The GP involvement in the service has been a cause of concern. Many doctors don’t understand how the service works, or what type of case could be referred for assessment.

Furthermore, a major part of having an occupational health specialist is the understanding they have of each employee’s workplace environment.

“Although this has been done with the best intentions, a remote occupational health service is not going to have the understanding or knowledge of the policies, procedures, cultures or workplace nuances of each employer,” argues Hurst.

Meanwhile, for those employers that do not have occupational health, then something that they might refer to for support is better than nothing – but they, too, might lack fundamental understanding of what Fit for Work does.

“The access points for the service are not clear,” says Paul Avis, marketing director at Canada Life. “It should be made clear to employers is that the £500 tax exemption is exactly that – not a payment. Employers still have to pay for the treatment, which might lead them to invest in a health cash plan or private medical insurance which, in turn, are not covered by the £500 tax exemption.”

Duducu agrees: “I’d like clarification on the real granularity of logistics – I’ve read the guidance and none of it is immediately obvious. Is this the most effective way to tackle workplace healthcare?”


Fit for Work is intended as a single, one-off intervention to deal with an absent employee’s specific situation. For that reason, experts say the service should be fitted in with intervention or rehabilitation programmes that are run through other elements of workplace healthcare.

The current absence notification period of four weeks is also subject to change, depending on how many people are initially referred through the service. This flux may also inadvertently affect the provision and usage of other workplace healthcare.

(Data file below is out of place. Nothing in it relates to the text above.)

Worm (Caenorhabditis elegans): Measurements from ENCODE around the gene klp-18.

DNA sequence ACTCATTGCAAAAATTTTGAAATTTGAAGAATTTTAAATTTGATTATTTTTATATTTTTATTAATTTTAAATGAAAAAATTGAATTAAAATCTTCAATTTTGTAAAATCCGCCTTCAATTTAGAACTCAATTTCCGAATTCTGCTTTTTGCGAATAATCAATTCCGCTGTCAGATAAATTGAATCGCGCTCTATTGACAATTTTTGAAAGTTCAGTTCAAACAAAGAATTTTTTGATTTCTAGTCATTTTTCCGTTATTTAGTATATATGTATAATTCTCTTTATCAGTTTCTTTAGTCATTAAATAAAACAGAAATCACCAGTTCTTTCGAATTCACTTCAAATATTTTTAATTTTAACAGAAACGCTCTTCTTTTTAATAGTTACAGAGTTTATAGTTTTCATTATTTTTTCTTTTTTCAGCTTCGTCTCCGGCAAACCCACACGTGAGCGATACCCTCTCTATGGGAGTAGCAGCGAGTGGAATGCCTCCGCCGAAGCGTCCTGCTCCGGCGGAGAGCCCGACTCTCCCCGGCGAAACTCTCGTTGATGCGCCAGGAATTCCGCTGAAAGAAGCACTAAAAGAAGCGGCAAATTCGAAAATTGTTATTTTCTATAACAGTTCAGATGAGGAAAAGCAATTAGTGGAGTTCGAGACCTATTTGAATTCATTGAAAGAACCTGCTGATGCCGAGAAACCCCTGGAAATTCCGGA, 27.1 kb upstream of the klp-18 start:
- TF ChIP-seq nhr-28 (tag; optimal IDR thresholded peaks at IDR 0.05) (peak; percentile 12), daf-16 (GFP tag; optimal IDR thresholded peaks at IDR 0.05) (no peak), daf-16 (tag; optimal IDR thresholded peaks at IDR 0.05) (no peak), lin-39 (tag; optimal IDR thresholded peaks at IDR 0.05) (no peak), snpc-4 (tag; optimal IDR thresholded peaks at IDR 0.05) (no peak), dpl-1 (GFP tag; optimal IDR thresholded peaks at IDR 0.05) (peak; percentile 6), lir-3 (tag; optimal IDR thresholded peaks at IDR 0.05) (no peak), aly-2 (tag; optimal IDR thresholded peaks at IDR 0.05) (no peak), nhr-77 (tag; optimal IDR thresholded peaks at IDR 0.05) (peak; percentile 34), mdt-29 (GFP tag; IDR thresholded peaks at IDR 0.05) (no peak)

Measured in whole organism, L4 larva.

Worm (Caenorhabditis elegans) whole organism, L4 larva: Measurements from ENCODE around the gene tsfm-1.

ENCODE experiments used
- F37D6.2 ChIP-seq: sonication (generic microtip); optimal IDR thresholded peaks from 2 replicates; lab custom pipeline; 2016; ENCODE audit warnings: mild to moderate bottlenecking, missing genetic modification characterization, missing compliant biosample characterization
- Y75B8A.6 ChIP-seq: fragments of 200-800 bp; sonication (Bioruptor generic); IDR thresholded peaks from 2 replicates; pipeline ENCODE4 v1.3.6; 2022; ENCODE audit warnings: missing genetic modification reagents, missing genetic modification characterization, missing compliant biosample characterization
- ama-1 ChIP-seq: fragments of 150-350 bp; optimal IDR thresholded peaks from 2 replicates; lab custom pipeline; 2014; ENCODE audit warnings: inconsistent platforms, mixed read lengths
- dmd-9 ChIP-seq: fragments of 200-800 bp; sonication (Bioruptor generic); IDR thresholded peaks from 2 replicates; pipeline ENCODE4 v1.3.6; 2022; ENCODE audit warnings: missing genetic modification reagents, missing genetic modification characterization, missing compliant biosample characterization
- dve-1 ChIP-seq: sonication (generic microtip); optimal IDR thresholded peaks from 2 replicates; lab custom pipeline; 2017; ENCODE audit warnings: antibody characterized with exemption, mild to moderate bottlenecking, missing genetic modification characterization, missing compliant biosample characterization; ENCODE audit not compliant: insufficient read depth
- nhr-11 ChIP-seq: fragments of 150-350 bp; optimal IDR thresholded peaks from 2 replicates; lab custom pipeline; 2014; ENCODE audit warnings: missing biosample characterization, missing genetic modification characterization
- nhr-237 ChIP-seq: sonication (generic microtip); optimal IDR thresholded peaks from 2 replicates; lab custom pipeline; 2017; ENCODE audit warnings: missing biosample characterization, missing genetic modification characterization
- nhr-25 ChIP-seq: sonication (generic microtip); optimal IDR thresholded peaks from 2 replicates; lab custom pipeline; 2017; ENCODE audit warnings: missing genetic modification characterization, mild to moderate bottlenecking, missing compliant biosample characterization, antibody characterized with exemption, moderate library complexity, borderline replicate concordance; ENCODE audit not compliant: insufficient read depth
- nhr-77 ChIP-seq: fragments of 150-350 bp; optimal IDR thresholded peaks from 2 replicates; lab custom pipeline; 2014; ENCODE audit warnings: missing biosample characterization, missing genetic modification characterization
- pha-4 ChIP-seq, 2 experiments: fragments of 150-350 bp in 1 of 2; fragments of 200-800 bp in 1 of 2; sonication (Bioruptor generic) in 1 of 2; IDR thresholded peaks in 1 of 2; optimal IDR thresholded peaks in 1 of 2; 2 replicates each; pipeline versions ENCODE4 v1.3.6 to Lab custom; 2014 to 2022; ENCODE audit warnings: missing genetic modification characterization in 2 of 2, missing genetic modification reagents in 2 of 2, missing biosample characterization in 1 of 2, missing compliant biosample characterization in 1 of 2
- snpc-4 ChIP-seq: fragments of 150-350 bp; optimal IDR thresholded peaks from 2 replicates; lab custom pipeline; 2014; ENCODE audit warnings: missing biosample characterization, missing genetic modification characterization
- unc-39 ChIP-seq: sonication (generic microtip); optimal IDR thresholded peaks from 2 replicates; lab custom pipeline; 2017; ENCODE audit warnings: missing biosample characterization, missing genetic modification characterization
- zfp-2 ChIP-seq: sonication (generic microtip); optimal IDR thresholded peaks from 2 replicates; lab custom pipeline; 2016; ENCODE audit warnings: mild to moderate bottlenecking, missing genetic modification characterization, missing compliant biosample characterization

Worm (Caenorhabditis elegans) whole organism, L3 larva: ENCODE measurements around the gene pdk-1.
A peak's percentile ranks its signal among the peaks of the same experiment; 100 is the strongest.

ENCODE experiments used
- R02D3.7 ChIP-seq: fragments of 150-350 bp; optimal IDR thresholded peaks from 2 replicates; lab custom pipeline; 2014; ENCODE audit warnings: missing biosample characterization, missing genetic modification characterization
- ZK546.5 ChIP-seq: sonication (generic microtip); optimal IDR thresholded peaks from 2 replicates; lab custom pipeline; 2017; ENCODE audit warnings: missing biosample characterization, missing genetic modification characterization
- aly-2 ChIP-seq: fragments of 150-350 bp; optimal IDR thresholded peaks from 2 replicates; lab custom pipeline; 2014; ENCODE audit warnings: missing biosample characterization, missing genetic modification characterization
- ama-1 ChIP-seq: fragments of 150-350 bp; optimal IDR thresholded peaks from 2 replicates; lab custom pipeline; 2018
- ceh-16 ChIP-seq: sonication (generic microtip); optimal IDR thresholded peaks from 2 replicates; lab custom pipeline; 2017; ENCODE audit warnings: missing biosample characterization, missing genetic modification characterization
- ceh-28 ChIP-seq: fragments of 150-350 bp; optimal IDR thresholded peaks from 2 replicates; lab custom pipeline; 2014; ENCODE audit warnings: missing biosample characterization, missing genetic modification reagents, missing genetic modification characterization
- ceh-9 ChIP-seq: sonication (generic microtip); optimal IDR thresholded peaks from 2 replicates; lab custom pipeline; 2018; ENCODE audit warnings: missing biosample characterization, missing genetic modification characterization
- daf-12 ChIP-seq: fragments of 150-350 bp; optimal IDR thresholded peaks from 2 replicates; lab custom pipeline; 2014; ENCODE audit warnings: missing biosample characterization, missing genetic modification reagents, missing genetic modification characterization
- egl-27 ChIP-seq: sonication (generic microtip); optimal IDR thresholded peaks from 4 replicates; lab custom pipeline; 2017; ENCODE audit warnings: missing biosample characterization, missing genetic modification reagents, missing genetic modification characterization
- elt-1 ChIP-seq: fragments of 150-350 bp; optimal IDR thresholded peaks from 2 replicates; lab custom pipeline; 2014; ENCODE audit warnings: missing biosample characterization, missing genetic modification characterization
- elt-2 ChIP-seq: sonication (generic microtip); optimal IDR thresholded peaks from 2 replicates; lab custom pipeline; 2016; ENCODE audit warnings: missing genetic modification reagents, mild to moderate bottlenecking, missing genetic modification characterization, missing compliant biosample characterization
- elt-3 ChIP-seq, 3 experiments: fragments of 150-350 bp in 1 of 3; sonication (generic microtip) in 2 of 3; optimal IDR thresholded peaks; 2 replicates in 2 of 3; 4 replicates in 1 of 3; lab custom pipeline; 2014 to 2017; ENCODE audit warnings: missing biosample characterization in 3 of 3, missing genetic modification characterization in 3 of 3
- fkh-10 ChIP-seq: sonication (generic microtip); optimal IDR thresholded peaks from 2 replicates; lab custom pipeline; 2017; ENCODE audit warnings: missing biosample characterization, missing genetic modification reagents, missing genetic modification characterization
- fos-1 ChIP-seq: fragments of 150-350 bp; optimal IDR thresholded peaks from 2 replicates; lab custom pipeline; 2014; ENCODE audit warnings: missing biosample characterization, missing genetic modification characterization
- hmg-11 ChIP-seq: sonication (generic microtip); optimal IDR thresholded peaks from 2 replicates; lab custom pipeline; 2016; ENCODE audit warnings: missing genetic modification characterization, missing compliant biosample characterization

Duducu remains unconvinced about whether Fit for Work can be a substitute for workplace occupational health. He says: “It’s rare to get really good occupational health advice – someone who understands the nature of the business, understands the work the individuals undertake, and have a commercial and pragmatic outlook as well as a healthcare outlook.”


Although the delays, budget cuts and lack of understanding gave Fit for Work a bad press before it even started, the motivation behind the service and the light it has cast on workplace healthcare has been praised.

Fit for Work will encourage employers to look at the broader picture of staff health, wellness and rehabilitation, and will enable healthcare providers to promote their offerings to staff.

AXA’s Hurst is positive. “It’s taking away some of the tax barriers that might otherwise stop an employer from funding treatment,” he says. “Absent employees have a better chance to get back into the workplace. That’s a good thing for both the employer and the staff member, but also for the NHS and the state benefits budget.”

Benenden’s Duducu adds: “It’s very positive that the government realises the importance of health and wellbeing in having a productive and engaged workforce. But there are a lot of question marks about how this scheme will work in practice.”